December 28, 2016 1:30 PM
UPDATE: Those rascally vote-suppressors at the AJC have now gotten in on the act! Check out this “typo” in their Morning Jolt!
Original Post: Georgia Republicans are routinely accused of campaign shenanigans, particularly of trying to depress voter turnout. Any Republican political consultant will tell you though, there’s really no way to do that, and if any of us tried, we’d probably screw it up. A case in point comes today courtesy of Greg Bluestein:
“Several northwest Georgia Democrats received mailers on Tuesday advertising a Jan. 17 vote in the contest to replace Republican Charlie Bethel, who was tapped by Gov. Nathan Deal for a judgeship. The problem, though, is that the election will be held on Jan. 10.”
The mailer in question looks like this:
Joseph Brannan, who chairs a part of the GOP nowhere near the special election being held on January 10, has copped to what he says is an honest mistake, and “It is with my sincerest apologies this mailer was distributed with incorrect information.”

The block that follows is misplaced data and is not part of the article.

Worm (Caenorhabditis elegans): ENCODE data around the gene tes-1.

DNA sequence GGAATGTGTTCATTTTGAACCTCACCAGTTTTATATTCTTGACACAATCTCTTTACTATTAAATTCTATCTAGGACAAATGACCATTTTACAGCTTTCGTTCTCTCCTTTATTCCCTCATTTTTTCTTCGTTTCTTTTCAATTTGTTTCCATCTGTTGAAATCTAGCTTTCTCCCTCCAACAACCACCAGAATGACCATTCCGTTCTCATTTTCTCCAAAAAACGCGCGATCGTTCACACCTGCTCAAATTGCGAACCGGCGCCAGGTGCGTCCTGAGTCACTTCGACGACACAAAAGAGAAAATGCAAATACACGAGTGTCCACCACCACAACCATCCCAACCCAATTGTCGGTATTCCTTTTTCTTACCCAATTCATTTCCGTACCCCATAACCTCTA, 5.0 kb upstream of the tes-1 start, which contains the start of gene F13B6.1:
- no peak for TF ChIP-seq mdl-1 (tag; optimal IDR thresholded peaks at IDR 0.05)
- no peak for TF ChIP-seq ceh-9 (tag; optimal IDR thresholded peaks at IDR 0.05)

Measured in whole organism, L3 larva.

Some Democrats aren’t buying the apology, though. Cheryl Phipps, who chairs the Democratic party in Whitfield County, says “Either they are really inept, or they are trying to lead voters astray.”
Several Democrats took similar notice of the snafu on social media, so it needs to be said again. Any halfway decent consultant will tell you that voter suppression tricks don’t work. Most voters are a small but determined subset of the general population. They know when and where to vote -even in special election runoffs- and they act accordingly. Trying to fool some of them into not showing would just alert them to the trick, make one look stupid, and likely increase turnout.
Choosing between inept or deceptive puts Ms. Phipps on the horns of a false dilemma. Even if it was deliberately deceptive, it’s still dumbassery -and there’s no reason it can’t be both.